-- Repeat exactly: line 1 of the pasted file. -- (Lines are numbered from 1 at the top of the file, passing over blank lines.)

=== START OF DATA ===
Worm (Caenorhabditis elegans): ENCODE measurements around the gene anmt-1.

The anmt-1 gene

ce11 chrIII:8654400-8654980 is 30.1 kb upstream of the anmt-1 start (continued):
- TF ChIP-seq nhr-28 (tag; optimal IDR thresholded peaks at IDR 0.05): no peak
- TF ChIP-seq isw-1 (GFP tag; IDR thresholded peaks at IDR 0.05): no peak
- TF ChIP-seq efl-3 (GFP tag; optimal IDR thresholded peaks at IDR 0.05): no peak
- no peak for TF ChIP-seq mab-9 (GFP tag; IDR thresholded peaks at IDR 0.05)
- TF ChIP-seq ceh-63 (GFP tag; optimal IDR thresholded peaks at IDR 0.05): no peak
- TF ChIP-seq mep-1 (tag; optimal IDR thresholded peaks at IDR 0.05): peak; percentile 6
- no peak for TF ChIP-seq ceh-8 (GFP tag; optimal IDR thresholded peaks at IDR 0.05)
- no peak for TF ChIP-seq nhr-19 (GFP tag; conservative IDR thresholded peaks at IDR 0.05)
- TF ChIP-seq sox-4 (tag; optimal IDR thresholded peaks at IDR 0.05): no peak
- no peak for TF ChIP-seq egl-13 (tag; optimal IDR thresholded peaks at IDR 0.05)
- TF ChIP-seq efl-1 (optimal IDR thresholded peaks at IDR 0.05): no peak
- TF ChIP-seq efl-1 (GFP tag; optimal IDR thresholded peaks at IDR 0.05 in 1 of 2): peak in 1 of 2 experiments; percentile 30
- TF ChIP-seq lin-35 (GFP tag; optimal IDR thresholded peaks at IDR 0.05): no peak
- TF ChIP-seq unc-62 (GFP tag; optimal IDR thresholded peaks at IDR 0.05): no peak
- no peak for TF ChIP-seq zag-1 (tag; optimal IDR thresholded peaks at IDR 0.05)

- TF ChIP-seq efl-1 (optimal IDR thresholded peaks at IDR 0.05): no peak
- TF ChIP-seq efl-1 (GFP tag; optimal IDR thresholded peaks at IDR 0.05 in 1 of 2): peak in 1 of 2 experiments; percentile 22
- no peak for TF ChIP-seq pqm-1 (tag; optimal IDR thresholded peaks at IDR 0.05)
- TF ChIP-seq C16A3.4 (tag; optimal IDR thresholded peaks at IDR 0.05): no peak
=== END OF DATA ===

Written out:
Worm (Caenorhabditis elegans): ENCODE measurements around the gene anmt-1.